The Inquiry of Indigeneity: On Telling Our Own Stories

“The unexamined life is not worth living,” Socrates is credited to have said; by that measure, Native people’s lives must be the most worthwhile around.


The life of the indigenous person and our place in the larger community is continually the subject of study, research, scrutiny, dissection, and governance. We are often the work (and hobbies) of writers, photographers, researchers, scientists, companies, scholars and more, mined and extracted for our stories, methods of communication, art, relationships, knowledge — for the very substances within us, under our feet, and off our shores. The indigenous experience is to know raw export; this is part of the economy of indigeneity.

These modes of inquisition into our lives gives way to questioning our own selves: who are we? Where are we going? How and what makes us Native, in the past, present and future? What will keep us indigenous through evolution, adaptation and assimilation via colonization? What makes any of our peoples distinct or similar from neighboring cultures and regions, or in what ways are we not all the same? With that sows uncertainty: what do we keep? What do we change? What do we fight and what do we allow to be altered for us? What are the things that are going to “keep us Native?” What does that mean at all, anyways? And if it’s not any one thing, what is the combination of things, and what are their proportions? These question are often called the “politics of indigeneity.” 

In being asked these questions from our examiners, we begin searching, struggling to find the answers and understand our own situations.  Everything that we have been and are, is in a state of flux. While we’ve always been influenced by neighbors and advances in our own or neighboring technologies, those influences and changes were from these parts of the world; if there is ever a time where there is a question that we don’t have the answer to, it’s not because the individual being asked is lesser, or doesn’t know their own culture; it’s because the state of our own evolution is that great. For this reason, there is not one answer about the indigenous experience. There is no one line or answer on “the Native perspective,” about a policy issue, or as a Native person might get asked in class. There is no one standard Native way to be; many are figuring that out for ourselves.

How many of us have elevator speeches prepared, to encapsulate the entirety of our existence in 45 seconds or less? How many of us have fine-tuned our identity, balancing a maximum information sharing to efficiency ratio? How many of us have adjusted how we share our story through trial and error, and tailored from there? My people are some of the most researched people in the world; we’ve long known how to tell our stories, by us, for us, in ways that are like us. We now develop our stories, for others, in ways that are not like us. This is part of the inquiry of indigeneity.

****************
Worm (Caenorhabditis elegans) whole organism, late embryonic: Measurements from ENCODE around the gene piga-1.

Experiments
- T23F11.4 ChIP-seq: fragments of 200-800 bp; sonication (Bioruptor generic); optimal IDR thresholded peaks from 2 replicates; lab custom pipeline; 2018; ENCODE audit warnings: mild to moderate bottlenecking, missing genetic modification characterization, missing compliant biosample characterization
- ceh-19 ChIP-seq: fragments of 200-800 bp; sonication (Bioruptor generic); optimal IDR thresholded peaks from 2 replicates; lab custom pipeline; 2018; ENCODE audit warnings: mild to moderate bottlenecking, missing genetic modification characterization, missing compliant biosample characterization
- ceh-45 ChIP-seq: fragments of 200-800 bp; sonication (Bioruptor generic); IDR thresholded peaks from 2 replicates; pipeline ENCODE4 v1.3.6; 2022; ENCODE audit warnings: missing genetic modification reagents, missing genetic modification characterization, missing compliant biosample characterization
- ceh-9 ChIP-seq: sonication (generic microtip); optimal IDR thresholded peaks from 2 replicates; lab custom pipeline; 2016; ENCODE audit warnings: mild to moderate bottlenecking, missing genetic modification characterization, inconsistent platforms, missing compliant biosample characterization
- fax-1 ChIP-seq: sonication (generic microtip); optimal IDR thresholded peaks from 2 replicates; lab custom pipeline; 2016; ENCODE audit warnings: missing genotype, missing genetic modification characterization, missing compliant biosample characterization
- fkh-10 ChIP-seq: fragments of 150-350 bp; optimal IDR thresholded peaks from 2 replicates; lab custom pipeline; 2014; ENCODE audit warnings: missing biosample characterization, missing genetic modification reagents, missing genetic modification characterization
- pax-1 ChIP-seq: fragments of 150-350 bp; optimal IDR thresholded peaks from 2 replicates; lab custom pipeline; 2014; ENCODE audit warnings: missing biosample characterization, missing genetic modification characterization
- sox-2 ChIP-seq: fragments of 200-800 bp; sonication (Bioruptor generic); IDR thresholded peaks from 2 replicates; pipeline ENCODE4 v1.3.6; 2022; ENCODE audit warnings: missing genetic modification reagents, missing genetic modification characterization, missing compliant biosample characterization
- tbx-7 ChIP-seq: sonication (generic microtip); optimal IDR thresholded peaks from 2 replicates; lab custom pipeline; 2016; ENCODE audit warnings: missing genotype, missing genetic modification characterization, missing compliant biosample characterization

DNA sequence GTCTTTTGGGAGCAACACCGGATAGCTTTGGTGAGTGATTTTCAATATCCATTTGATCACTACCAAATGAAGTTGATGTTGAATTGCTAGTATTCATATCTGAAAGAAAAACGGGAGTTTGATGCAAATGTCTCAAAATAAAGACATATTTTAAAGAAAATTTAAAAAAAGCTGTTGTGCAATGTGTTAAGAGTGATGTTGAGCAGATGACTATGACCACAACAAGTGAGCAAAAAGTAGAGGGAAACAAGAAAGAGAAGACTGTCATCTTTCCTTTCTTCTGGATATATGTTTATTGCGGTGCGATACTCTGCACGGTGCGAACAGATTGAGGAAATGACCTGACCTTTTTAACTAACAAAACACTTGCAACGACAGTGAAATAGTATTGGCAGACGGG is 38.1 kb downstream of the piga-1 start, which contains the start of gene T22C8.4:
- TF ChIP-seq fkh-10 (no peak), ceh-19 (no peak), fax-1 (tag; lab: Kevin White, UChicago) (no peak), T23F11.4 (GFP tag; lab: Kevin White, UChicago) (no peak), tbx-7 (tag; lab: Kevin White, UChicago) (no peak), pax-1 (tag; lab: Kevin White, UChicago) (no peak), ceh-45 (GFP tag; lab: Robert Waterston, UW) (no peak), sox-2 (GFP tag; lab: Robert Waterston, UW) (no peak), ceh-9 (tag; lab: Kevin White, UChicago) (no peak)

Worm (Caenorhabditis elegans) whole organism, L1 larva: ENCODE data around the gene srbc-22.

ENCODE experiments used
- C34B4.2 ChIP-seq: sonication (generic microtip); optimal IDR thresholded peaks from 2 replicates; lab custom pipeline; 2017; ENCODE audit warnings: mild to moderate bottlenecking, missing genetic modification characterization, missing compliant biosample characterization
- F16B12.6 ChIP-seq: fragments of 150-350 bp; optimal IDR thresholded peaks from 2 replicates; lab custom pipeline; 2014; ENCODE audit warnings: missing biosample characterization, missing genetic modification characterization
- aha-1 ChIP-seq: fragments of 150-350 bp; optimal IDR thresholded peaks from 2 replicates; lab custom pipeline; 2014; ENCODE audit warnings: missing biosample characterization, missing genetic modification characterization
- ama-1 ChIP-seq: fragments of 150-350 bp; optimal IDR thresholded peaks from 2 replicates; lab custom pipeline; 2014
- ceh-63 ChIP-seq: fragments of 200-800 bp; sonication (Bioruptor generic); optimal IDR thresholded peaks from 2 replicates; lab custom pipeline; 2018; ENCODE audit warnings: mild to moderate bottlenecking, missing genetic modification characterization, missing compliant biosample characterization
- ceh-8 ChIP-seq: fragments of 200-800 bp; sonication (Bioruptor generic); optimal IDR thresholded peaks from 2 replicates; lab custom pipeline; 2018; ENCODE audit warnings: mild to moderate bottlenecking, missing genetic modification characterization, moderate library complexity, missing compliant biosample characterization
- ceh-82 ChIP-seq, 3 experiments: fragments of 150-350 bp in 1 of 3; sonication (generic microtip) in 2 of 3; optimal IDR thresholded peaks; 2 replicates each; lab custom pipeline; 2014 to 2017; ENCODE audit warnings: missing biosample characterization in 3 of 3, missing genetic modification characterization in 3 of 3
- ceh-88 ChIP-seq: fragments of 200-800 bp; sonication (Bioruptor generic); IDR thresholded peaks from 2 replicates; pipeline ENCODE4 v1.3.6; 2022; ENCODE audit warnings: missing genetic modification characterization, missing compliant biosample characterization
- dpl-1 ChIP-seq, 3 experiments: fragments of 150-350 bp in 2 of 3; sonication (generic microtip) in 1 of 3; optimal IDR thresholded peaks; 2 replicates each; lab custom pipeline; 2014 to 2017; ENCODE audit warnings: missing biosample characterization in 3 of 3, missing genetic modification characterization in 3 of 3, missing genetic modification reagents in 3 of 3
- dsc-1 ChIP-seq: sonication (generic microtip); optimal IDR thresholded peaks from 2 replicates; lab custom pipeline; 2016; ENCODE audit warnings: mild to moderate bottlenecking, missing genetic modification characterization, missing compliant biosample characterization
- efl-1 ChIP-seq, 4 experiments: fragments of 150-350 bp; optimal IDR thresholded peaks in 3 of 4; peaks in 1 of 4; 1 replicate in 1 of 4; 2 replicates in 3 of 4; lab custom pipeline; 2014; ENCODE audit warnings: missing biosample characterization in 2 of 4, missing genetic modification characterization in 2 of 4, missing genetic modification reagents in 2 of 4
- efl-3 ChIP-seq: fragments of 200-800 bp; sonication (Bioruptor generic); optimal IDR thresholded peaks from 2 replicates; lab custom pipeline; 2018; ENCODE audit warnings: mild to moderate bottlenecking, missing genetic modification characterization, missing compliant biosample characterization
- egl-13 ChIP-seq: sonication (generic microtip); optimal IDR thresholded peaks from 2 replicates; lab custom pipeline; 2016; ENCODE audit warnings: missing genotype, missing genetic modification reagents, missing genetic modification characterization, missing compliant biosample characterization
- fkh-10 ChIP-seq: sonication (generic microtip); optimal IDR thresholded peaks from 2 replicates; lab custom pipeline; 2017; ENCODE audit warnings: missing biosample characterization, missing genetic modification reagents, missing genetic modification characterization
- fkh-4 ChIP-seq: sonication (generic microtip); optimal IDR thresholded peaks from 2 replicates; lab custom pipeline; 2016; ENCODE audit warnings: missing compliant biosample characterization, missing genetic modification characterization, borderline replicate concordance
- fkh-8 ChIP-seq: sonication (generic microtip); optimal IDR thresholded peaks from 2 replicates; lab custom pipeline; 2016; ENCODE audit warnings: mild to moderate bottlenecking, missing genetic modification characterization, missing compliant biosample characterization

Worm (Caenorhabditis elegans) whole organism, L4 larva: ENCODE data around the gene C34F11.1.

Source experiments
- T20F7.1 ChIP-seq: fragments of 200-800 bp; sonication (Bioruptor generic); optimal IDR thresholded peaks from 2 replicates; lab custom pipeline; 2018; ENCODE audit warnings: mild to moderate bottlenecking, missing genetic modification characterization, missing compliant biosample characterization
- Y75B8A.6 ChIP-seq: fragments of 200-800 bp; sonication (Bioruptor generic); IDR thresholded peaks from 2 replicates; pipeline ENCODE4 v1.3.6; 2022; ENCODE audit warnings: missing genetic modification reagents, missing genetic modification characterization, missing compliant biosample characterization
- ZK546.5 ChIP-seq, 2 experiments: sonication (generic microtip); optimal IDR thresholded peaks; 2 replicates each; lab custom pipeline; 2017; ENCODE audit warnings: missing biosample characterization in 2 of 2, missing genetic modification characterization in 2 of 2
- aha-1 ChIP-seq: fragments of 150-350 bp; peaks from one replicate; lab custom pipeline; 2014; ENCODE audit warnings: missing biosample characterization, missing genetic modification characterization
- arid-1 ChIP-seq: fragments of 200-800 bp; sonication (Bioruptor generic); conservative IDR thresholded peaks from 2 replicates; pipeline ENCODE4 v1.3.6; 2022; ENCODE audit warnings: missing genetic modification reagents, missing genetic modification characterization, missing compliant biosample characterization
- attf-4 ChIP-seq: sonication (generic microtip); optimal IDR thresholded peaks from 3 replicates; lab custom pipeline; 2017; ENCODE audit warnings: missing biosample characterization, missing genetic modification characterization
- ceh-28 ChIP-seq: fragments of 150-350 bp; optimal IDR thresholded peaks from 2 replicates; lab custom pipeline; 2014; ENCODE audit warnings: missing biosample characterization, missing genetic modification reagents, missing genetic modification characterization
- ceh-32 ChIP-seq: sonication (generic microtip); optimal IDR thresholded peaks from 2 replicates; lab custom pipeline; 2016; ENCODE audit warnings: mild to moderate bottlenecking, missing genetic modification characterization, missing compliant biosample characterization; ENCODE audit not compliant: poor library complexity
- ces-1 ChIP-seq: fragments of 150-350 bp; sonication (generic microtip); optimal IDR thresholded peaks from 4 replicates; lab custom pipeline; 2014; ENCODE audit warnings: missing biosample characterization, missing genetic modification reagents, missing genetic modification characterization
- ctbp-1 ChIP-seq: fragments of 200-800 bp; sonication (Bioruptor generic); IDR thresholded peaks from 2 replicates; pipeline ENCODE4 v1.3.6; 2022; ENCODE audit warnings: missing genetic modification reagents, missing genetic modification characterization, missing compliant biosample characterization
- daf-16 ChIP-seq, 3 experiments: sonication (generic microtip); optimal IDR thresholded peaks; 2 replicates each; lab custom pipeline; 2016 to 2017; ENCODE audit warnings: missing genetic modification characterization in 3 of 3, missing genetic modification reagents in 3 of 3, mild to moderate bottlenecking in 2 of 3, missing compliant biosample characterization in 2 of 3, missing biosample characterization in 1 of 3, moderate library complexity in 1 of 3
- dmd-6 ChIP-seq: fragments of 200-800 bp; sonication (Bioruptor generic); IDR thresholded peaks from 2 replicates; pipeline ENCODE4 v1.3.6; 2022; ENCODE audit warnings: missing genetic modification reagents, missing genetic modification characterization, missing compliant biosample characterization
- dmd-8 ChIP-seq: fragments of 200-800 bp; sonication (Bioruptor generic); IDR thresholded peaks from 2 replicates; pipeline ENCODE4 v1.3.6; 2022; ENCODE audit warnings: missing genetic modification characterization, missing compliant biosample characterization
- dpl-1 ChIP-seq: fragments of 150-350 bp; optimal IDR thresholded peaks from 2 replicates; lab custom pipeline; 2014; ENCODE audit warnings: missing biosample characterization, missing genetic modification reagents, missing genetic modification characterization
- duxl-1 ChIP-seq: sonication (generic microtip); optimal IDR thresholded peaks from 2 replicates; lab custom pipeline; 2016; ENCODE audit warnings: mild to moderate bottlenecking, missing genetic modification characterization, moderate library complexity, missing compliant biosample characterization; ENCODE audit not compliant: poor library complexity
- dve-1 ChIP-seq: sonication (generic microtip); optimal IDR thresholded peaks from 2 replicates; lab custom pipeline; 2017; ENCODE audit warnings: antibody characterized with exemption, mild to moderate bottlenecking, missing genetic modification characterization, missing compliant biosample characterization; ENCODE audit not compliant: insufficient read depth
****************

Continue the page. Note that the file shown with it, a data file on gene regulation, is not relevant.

There is a sense of claim on our time, efforts, and insight into our existence. We help others become successful. We help researchers complete dissertations, writers print novels, photographers put on shows, resource developers work the land using our “TK” (Traditional Knowledge) and visitors write essays of what their time amongst us has meant to them. That is not to say that there is not helpful education, earnest intent and relationship-building that happens as a part of these efforts. However, it is said that victors write the history — and what happens when your tradition is largely oral? As Bentham Ohia (Maori) has said, “What counts as knowledge, what knowledge counts, and who decides?” Along with that, what stories count, what counts as stories, and who decides?

We need tell our own stories, by us, for us, using any of the means that are now available — print, video, dance, music, essay, film, art, theatre, and more.

We are audience enough.

And if others happen to encounter those stories in their research into who we are, then that’s just fine. With the unexamined life not being worth living, I have to believe Socrates meant examining life by ourselves, for ourselves; any to anyone else watching, we indigenous are figuring it out.

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